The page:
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The Resource Phytoremediation Potential of Bioenergy Plants

Phytoremediation Potential of Bioenergy Plants

Label
Phytoremediation Potential of Bioenergy Plants
Title
Phytoremediation Potential of Bioenergy Plants
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Contributor
Subject
Language
eng
Cataloging source
MiAaPQ
Literary form
non fiction
Nature of contents
dictionaries
Phytoremediation Potential of Bioenergy Plants
Label
Phytoremediation Potential of Bioenergy Plants
Link
http://libproxy.rpi.edu/login?url=https://ebookcentral.proquest.com/lib/rpi/detail.action?docID=4833619
Publication
Copyright
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Related Location
Related Agents
Related Authorities
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Carrier category
online resource
Carrier category code
cr
Carrier MARC source
rdacarrier
Color
multicolored
Content category
text
Content type code
txt
Content type MARC source
rdacontent
Contents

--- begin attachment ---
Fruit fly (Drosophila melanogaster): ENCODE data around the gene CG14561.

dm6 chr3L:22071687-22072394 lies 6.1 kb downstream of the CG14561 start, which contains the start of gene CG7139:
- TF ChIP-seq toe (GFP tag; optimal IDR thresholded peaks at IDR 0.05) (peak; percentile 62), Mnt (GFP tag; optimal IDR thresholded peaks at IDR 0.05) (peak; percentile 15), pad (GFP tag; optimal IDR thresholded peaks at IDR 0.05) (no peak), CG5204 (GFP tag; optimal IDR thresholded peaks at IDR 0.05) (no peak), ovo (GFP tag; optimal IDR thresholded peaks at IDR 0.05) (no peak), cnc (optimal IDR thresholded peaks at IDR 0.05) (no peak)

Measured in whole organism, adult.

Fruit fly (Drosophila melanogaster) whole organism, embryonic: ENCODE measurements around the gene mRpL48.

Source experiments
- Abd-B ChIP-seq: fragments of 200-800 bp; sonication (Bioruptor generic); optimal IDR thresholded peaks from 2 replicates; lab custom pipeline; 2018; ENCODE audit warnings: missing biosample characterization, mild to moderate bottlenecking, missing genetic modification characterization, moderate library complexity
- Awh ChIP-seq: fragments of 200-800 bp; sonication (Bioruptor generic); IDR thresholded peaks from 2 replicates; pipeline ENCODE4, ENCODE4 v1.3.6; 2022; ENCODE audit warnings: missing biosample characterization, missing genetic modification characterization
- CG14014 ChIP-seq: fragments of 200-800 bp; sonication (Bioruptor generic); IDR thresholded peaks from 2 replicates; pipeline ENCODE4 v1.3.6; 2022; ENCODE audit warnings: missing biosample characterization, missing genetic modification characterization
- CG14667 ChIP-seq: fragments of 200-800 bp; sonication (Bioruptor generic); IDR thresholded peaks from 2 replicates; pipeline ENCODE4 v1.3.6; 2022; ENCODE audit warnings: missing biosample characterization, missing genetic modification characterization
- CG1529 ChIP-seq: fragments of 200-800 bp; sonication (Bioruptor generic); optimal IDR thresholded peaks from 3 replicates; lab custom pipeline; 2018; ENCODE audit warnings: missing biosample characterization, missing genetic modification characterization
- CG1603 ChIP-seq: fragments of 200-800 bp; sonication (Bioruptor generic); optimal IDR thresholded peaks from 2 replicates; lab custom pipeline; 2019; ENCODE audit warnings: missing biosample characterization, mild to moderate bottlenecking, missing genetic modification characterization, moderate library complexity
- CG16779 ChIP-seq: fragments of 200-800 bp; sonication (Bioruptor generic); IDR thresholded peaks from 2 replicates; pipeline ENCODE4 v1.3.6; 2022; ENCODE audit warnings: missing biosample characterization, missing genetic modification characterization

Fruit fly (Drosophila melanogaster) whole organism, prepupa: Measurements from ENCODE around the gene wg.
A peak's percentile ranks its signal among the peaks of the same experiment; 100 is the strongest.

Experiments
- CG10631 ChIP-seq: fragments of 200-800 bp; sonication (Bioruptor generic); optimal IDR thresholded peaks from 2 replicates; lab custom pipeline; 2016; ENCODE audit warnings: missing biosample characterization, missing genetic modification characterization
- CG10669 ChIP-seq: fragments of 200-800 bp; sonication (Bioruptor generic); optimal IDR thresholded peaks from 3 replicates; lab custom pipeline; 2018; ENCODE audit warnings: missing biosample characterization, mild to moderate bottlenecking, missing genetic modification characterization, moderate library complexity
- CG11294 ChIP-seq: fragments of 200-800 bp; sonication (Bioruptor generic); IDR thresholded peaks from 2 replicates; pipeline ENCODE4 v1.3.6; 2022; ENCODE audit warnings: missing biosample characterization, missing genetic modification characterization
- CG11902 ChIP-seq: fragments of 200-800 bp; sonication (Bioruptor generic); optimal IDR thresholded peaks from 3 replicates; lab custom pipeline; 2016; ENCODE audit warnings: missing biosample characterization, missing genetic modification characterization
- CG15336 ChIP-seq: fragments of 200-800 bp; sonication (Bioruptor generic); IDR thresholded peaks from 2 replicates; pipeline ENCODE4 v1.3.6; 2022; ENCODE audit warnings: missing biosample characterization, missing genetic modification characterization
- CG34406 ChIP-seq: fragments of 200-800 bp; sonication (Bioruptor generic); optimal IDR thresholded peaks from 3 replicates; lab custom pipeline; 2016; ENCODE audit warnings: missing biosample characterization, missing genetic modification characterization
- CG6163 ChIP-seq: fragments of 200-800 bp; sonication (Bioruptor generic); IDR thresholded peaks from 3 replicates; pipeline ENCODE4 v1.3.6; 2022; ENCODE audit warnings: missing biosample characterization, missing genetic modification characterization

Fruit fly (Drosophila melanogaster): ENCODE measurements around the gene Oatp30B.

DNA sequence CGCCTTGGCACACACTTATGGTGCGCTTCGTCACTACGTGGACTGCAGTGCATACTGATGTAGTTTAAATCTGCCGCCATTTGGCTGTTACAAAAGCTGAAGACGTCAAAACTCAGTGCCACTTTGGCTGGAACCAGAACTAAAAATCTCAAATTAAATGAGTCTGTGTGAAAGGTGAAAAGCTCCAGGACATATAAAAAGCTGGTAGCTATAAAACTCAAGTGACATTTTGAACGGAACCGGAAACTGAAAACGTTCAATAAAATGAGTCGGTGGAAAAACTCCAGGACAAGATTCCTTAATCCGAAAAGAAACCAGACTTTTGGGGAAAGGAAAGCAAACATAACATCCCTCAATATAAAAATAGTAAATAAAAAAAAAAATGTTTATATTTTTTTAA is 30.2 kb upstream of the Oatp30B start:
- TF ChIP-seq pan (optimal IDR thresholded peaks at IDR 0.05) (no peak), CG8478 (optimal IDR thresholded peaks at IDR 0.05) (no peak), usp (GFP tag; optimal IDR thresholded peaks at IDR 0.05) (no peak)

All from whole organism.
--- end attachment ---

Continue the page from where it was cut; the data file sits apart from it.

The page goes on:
• Dedication -- Foreword -- Preface -- Acknowledgement -- Contents -- Contributors -- About the Editors -- 1: Phytoremediation: A Multidimensional and Ecologically Viable Practice for the Cleanup of Environmental Contaminants -- 1.1 Introduction -- 1.1.1 Contaminants: Sources, Types and Effects -- 1.1.2 Heavy Metals -- 1.1.3 Organic Pollutants -- 1.1.4 Radioactive Contaminants -- 1.2 Contaminant Remediation Techniques -- 1.3 Phytoremediation: A Successful and Environment-{u00AD}Friendly Approach -- 1.3.1 Types of Phytoremediation -- 1.3.1.1 Phytoextraction -- 1.3.1.2 Phytostabilization -- 1.3.1.3 Phytofiltration -- 1.3.1.4 Phytovolatilization -- 1.3.2 Mechanism of Phytoremediation -- 1.3.2.1 Factors That Affect Uptake Mechanisms -- 1.3.2.1.1 Plant Species -- 1.3.2.1.2 Properties of Growing Medium -- 1.3.2.1.3 Root Zone -- 1.3.2.1.4 Uptake Mechanism by Vegetative Parts -- 1.3.2.1.5 Chelating Agents -- 1.3.3 Indices Used for Assessment of Phytoremediation Potential -- 1.3.4 Different Aspects of Phytoremediation -- 1.3.4.1 Application of Edible Crops -- 1.3.4.2 Application of Weeds -- 1.3.4.3 Application of Trees -- 1.3.4.4 Application of Bioenergy Crops -- 1.3.4.5 Aromatic Plants Used in Phytoremediation -- 1.3.4.6 Plants as Hyperaccumulators -- 1.3.5 Application of Chemical and Biological Amendments to Enhance Phytoremediation -- 1.3.6 Role of Bacteria in Enhancement of Phytoremediation Potential of Plants -- 1.3.7 Role of Fungi in Enhancement of Phytoremediation Potential of Plants -- 1.3.8 Technological Interventions in Plants Used for Phytoremediation -- 1.3.8.1 Transgenic Plants and Phytoremediation -- 1.3.8.2 Role of Electrokinesis for Enhanced Phytoremediation -- 1.3.9 Multitasking Approach of Phytoremediation -- 1.3.10 Economic Feasibility of Phytoremediation Over Conventional Methods